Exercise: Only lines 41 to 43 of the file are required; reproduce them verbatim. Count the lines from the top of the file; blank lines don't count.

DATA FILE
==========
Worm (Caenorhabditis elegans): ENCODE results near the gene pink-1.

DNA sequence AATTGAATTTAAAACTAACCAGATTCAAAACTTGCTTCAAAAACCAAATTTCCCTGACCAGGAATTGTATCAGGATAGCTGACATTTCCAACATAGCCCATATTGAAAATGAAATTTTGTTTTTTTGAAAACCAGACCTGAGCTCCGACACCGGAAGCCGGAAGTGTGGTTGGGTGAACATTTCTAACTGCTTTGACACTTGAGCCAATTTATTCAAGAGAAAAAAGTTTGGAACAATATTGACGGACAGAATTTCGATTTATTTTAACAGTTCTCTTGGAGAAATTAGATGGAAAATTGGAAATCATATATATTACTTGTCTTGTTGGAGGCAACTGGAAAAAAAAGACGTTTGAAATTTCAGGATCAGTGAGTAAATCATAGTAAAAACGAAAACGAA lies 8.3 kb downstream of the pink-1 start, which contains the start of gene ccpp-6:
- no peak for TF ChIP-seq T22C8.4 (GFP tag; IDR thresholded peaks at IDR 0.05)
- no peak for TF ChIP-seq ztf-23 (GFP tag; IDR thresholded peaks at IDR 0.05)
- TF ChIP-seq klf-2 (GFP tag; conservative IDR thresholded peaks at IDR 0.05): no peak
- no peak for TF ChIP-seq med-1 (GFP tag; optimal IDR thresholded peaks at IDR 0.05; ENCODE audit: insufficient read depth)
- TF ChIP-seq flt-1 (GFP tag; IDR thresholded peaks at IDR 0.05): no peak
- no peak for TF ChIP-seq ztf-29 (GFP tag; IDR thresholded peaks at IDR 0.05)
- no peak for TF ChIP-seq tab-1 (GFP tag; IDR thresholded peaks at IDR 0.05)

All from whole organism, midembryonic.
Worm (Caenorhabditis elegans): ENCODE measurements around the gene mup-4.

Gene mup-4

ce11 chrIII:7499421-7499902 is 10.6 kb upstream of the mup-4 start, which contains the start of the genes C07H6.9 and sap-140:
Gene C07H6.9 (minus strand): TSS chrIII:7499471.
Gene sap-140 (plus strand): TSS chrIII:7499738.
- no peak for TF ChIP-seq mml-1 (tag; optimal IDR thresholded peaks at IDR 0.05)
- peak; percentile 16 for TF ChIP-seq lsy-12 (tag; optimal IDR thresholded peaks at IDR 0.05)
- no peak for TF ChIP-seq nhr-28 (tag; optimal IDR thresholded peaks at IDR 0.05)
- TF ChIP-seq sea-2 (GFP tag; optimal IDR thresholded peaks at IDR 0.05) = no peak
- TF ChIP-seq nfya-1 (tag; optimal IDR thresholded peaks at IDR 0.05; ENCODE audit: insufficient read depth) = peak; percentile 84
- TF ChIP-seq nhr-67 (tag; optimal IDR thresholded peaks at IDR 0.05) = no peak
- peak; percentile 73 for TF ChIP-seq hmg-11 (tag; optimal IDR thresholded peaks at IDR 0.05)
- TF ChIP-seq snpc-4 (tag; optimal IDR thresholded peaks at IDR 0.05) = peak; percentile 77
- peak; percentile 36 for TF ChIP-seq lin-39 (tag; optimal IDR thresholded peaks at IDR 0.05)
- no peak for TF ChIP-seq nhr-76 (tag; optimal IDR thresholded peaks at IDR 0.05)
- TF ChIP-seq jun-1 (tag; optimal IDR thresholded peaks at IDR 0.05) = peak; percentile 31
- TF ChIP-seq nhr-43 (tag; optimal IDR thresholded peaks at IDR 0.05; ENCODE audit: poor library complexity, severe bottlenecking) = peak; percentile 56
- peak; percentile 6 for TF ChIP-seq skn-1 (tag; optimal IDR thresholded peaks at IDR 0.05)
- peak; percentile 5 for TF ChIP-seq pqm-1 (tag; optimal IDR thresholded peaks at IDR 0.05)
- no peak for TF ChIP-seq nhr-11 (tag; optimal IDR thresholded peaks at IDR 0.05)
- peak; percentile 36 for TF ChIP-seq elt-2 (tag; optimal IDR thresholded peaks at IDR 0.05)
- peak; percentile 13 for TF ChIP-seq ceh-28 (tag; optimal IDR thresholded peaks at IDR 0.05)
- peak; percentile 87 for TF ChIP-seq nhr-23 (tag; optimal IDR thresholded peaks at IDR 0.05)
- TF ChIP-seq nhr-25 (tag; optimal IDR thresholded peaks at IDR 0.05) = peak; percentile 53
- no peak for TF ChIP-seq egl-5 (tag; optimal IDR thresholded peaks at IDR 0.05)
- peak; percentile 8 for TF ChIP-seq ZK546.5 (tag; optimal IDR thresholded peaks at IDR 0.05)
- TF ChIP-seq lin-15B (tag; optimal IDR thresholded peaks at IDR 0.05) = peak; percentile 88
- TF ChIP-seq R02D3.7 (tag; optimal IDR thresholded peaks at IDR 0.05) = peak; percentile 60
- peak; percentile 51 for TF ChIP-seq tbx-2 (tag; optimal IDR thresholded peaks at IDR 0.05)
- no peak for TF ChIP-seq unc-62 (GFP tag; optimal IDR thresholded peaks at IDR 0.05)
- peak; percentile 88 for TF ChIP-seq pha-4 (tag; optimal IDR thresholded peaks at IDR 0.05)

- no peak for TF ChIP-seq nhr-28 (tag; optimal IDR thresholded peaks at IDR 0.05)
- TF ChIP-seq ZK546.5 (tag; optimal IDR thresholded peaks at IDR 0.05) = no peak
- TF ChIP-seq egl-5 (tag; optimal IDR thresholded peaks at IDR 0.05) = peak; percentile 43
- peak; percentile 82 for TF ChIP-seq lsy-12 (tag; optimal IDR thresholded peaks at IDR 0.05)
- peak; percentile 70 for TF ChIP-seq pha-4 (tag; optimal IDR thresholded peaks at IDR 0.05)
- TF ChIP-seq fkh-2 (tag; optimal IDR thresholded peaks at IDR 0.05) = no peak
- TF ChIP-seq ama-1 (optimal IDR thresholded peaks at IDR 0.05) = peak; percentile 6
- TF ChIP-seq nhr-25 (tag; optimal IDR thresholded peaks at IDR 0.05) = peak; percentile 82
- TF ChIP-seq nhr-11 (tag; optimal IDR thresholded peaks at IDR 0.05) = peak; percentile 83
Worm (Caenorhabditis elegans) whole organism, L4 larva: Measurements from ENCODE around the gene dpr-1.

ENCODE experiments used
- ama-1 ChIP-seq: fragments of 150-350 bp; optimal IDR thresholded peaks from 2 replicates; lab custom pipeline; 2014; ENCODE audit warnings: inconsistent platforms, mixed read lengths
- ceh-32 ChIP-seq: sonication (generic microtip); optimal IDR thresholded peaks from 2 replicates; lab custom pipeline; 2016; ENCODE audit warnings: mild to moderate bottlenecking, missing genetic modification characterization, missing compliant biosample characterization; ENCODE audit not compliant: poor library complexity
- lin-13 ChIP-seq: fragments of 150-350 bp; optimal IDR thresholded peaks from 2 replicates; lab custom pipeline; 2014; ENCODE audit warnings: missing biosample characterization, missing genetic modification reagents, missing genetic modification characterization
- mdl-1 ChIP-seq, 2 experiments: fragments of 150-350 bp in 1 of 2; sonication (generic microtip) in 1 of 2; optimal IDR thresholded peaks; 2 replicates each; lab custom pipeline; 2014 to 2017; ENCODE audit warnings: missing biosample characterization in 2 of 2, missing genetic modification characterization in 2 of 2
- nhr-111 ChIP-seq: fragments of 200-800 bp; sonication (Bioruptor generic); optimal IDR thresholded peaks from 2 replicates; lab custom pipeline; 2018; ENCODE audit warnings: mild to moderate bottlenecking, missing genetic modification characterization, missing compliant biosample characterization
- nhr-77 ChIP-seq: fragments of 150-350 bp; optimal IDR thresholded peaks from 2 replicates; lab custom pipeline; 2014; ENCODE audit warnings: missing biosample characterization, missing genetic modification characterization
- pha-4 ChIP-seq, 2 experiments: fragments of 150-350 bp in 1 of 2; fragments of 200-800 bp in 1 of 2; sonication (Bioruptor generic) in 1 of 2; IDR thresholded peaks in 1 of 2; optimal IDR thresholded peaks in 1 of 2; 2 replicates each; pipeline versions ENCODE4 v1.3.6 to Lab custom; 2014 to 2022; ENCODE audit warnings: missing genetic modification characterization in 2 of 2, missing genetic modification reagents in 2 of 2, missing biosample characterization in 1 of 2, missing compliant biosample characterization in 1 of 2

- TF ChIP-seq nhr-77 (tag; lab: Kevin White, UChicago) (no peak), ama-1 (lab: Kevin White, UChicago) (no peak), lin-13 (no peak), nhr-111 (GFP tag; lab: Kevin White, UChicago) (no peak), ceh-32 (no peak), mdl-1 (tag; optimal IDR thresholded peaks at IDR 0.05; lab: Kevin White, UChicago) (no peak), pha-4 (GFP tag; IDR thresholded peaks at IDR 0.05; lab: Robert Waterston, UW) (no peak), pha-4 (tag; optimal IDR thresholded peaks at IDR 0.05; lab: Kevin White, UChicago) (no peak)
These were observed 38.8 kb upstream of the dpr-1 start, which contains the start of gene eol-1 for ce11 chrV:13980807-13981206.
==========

- peak; percentile 88 for TF ChIP-seq pha-4 (tag; optimal IDR thresholded peaks at IDR 0.05)

- no peak for TF ChIP-seq nhr-28 (tag; optimal IDR thresholded peaks at IDR 0.05)
- TF ChIP-seq ZK546.5 (tag; optimal IDR thresholded peaks at IDR 0.05) = no peak